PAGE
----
Following on from our blog posts earlier this month on ‘ladder safety’ – it appears that this advice should have extended to animals as well……
Metro have reported that the Scottish SPCA were called out to deal with a cow that had got it’s head stuck in a ladder. The inspector was called out to deal with the situation in Ayrshire, West Scotland and told the BBC ‘I arrived at the field to find the cow looking confused but surprisingly calm despite having his head wedged tightly between the rungs of the ladder.’ With some help from the farmers family to keep the rest of the herd away, he was able to gently release the cow’s head.
- Cow with head stuck in ladder, Ayrshire. (Picture courtesy of Metro/PA)
‘The farmer had no idea how the ladder ended up in his field as he only recently took on the lease for the land. It may have been used to patch up a hole in the fence or it could have fallen off a passing van or lorry. Either way, it’s a rescue I won’t forget in a while.’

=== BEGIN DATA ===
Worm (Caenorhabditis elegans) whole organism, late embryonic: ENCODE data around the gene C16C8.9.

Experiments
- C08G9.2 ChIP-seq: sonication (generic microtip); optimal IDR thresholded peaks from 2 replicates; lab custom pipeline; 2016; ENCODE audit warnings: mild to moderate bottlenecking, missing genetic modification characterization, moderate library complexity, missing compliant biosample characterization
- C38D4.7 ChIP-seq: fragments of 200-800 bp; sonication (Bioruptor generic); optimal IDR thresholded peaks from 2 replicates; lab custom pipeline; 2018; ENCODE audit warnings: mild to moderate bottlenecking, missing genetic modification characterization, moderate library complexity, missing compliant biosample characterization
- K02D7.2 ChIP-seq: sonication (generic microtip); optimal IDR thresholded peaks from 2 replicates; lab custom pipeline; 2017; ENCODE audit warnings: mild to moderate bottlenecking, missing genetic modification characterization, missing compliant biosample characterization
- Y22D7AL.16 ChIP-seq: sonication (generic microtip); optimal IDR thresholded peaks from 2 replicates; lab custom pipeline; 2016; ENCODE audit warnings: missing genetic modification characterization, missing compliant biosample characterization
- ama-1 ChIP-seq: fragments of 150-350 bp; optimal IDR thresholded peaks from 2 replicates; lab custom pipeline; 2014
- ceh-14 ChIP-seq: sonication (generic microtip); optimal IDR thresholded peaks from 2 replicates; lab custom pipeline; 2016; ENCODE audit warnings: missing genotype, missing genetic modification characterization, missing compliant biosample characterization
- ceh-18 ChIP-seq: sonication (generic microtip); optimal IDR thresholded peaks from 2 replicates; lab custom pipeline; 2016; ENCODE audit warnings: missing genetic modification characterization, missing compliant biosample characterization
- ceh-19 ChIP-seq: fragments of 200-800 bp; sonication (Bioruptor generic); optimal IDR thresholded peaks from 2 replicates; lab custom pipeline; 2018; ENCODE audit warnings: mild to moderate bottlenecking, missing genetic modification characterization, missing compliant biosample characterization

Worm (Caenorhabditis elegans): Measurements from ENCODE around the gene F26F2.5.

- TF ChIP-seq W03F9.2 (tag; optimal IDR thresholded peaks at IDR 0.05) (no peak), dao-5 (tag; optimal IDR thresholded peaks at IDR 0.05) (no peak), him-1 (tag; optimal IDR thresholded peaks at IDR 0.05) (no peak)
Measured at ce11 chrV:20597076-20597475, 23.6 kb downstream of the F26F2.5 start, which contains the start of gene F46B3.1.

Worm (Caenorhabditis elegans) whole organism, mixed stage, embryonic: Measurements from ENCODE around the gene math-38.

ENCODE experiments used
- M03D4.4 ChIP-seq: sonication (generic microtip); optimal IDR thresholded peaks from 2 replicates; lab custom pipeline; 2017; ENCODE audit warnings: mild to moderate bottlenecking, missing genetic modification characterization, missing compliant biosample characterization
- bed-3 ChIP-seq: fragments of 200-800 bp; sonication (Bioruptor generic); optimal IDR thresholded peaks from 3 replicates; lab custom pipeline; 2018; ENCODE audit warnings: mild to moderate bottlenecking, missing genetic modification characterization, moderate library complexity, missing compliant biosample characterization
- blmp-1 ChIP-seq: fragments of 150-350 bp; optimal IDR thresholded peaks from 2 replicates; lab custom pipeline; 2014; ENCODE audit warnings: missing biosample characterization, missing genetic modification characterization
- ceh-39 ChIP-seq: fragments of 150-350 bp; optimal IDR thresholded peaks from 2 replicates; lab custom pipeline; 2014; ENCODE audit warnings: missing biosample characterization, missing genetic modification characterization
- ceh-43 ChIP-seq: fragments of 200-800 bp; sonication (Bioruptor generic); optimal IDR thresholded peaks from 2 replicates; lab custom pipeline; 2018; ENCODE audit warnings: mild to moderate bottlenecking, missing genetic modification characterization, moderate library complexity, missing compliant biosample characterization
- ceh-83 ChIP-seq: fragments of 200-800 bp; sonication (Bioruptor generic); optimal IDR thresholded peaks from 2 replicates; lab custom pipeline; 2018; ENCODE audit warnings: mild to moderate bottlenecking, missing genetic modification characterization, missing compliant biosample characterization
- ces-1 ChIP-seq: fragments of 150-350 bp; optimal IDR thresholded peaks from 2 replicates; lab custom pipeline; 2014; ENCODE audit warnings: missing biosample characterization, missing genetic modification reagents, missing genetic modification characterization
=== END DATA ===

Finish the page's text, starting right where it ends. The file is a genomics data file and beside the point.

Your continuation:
Summer brings out the gardener in everyone! Lawns mowed, borders trimmed and any number of other jobs undertaken with vigour.
One job our users seem to be very keen on is fixing hanging baskets to house and garden walls but unfortunately we get a great many emails on how to do this properly as (it would seem) quite a lot of these new decorations are falling off!
DIY Doctor (as you will see from our book Master Basic DIY) does not believe in simply offering advice on individual projects when explaining the principle of the operation covers so much more ground. For example, fixing a hanging basket is exactly the same process as fixing a shelf bracket or fixing a miroor to the wall. That is of course, if they are all being fitted to the same type of wall.
The principle of plugging and screwing to masonry surface is identical for all applications.
Instead of dealing with a hanging basket on it’s own, we will explain how to fix (anything) to masonry. The best way to understand this operation is to visit our project page called fixing to masonry and take a look at the video here.
Good luck with your gardens and shout if you need help!